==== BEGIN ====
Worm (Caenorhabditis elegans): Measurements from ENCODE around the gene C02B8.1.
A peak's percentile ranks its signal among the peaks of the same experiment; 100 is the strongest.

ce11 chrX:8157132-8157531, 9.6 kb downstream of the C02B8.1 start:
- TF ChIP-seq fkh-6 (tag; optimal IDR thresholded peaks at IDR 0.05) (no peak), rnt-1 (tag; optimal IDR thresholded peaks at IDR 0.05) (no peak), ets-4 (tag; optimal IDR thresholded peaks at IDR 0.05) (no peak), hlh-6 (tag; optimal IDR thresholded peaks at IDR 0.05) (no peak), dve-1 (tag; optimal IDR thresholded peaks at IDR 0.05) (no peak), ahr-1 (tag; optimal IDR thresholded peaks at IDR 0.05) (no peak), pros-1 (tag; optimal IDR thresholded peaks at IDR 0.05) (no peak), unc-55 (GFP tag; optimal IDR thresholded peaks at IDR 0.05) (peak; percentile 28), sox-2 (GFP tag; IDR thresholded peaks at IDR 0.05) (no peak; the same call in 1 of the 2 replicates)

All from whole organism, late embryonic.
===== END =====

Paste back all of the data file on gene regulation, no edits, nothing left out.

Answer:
Worm (Caenorhabditis elegans): Measurements from ENCODE around the gene C02B8.1.
A peak's percentile ranks its signal among the peaks of the same experiment; 100 is the strongest.

ce11 chrX:8157132-8157531, 9.6 kb downstream of the C02B8.1 start:
- TF ChIP-seq fkh-6 (tag; optimal IDR thresholded peaks at IDR 0.05) (no peak), rnt-1 (tag; optimal IDR thresholded peaks at IDR 0.05) (no peak), ets-4 (tag; optimal IDR thresholded peaks at IDR 0.05) (no peak), hlh-6 (tag; optimal IDR thresholded peaks at IDR 0.05) (no peak), dve-1 (tag; optimal IDR thresholded peaks at IDR 0.05) (no peak), ahr-1 (tag; optimal IDR thresholded peaks at IDR 0.05) (no peak), pros-1 (tag; optimal IDR thresholded peaks at IDR 0.05) (no peak), unc-55 (GFP tag; optimal IDR thresholded peaks at IDR 0.05) (peak; percentile 28), sox-2 (GFP tag; IDR thresholded peaks at IDR 0.05) (no peak; the same call in 1 of the 2 replicates)

All from whole organism, late embryonic.